Festival tents at the Marciac festival in France
The jazz festival above all explodes the whole notion that jazz is a big city music and underlines what a global music jazz is. That’s despite some of the best festivals taking place in big cities. If you can hold a festival in the field of a tiny village in the most remote of locations, and still attract huge crowds for a few days each year, then who says the music is urban? Its “big city" complexion is certainly not a condition for the music’s survival, at the very least but when the festivals pack up for another year what’s left beside the memories?
Almost in reproach like a spurned lover the jazz club standing there on a city street isn’t going away around festival time. And day-to-day, year in, year out, the club takes on a much greater significance as a home for the music than a festival can ever achieve. It’s an incubator for new talent, somewhere to go to hear the music, somewhere that really cares. The music grows in clubs while festivals celebrate that growth annually although the best festivals provide an experience no club can aspire to. The only other main alternative to club or festival is the concert hall experience, and as many gig-going veterans will tell you hearing jazz in a concert hall is at the very bottom of the list in terms of venue options even if it is the most comfortable and to its supporters the most civilised.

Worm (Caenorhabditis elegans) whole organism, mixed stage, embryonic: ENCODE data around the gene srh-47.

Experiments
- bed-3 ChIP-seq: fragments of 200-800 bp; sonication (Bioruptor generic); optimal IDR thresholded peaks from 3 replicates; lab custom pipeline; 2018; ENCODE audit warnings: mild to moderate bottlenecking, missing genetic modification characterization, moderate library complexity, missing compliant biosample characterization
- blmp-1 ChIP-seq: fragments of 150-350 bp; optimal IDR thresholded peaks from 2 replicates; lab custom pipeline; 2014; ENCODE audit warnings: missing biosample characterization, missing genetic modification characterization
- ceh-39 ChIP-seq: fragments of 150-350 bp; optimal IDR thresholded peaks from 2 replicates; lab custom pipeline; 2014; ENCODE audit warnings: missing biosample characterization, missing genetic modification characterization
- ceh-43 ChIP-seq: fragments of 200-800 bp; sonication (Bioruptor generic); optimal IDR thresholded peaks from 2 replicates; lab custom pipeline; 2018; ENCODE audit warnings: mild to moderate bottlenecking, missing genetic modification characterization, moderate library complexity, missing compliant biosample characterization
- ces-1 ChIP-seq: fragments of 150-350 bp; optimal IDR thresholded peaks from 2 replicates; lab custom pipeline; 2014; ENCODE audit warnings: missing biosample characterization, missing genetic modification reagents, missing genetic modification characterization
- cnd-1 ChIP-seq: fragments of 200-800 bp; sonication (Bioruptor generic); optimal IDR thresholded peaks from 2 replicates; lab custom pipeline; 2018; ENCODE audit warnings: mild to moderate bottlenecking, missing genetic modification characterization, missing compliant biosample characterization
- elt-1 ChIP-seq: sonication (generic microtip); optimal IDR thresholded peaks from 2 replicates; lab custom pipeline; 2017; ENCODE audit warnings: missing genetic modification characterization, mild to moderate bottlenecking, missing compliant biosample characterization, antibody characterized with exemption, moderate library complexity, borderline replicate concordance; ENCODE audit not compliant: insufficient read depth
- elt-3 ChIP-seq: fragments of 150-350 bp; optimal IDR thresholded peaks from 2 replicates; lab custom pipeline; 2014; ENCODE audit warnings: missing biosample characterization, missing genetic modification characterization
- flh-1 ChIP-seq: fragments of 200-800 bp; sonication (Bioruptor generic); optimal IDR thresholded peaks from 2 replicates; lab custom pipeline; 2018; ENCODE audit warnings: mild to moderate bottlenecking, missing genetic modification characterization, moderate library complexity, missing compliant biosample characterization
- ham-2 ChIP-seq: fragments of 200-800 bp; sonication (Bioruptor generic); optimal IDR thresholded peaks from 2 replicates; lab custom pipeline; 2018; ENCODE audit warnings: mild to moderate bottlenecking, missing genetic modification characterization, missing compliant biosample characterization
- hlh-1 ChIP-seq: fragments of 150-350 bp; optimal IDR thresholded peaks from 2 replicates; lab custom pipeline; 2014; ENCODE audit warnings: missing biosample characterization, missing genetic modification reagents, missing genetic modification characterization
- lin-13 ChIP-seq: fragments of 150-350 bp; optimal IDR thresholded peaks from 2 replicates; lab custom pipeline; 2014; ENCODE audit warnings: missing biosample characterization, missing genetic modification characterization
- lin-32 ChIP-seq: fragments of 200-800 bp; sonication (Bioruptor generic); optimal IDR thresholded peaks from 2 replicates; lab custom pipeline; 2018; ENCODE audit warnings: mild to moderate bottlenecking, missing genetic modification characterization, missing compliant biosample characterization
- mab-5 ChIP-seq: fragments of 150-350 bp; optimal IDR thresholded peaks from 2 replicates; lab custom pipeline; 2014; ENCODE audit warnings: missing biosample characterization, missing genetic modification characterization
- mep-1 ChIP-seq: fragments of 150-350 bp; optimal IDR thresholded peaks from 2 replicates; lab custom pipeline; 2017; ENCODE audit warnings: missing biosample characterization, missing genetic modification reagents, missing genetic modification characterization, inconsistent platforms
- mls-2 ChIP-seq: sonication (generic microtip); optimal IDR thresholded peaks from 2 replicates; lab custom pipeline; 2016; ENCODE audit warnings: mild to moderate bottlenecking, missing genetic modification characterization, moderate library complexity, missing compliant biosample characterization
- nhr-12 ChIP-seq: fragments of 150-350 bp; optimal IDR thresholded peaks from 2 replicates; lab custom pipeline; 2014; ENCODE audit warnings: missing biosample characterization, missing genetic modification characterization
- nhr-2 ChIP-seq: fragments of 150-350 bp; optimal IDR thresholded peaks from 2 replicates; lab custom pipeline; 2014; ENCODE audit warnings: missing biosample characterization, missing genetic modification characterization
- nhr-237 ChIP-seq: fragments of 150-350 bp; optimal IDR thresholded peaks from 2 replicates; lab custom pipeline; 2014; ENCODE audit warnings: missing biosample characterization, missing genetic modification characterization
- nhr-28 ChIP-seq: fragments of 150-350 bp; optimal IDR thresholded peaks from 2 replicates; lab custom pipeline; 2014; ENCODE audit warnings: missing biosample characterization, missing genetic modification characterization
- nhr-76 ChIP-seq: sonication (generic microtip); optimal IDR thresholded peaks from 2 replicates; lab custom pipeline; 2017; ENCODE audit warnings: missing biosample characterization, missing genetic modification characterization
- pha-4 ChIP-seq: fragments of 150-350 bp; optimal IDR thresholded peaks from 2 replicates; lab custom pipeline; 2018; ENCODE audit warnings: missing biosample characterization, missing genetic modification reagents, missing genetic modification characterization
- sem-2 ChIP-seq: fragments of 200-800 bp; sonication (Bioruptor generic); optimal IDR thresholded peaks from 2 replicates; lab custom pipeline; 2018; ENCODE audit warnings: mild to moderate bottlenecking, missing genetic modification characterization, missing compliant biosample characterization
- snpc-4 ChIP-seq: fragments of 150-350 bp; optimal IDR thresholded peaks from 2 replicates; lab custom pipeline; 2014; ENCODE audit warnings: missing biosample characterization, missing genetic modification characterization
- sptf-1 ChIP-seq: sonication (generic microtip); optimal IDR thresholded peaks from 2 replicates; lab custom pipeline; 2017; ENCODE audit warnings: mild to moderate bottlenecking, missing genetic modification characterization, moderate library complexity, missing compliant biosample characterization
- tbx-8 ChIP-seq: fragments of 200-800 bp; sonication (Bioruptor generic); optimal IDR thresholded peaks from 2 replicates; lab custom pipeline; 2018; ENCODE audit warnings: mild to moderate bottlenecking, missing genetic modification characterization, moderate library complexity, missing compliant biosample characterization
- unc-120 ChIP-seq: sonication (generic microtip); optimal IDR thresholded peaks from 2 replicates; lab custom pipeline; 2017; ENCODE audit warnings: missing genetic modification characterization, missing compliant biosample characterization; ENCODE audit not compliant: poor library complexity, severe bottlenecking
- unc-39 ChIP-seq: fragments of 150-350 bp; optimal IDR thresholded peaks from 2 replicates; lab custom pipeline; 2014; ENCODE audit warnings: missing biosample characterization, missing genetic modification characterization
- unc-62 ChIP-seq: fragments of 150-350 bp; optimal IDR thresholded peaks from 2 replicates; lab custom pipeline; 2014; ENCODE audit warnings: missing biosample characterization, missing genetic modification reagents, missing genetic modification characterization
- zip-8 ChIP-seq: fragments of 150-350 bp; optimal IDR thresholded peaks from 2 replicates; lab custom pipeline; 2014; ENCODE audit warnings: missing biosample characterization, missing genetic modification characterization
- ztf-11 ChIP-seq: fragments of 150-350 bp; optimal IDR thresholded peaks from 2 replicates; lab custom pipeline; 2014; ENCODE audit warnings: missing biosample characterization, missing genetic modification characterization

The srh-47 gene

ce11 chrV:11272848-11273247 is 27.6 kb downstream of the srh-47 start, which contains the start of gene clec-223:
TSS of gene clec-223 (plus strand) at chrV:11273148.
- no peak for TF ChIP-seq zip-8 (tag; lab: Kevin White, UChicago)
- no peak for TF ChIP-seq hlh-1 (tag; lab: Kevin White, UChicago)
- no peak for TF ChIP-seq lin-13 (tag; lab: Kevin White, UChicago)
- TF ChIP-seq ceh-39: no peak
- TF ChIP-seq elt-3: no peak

Festivals, even though the best of them have a unique ambience, can never replace the feeling of being in a great jazz club. They don’t have the bricks and mortar sense; that feeling of “jazz as a way of life” the solidity a club has on a street battered by the rain, bleached by the sun, a protective haven in the mess of urban street life to the beleagured chain stores or the corner shops.
Maybe jazz festivals are more about partying now, a “lost weekend”, or an “all you can eat” buffet to graze on as much of the international scene as time and good planning can muster. You may never hear jazz again live until the festival same time next year if you get your fill at a mega festival. The concept allows for musical bingeing; and it’s a tempting one. Twenty trips out late at night on a whim to hear 20 bands on separate nights at clubs, or according to one festival model 20 bands over four nights in a location where all the facilities are laid on is a real alternative for any but the most committed fans.
It’s more realistic in a way that jazz can no longer be seen just as a big city music. In the heart of the city the local jazz club struggles, and owners fight to keep their clubs going. So festivals have contributed to this shift in perceptions, but also the sheer ubiquity of jazz in a digital music age has made the notion of location less of a defining factor and within that the festival experience has a role. This pluralism involved in looking at the experiencing of a music in a different way is a strength, not a weakness.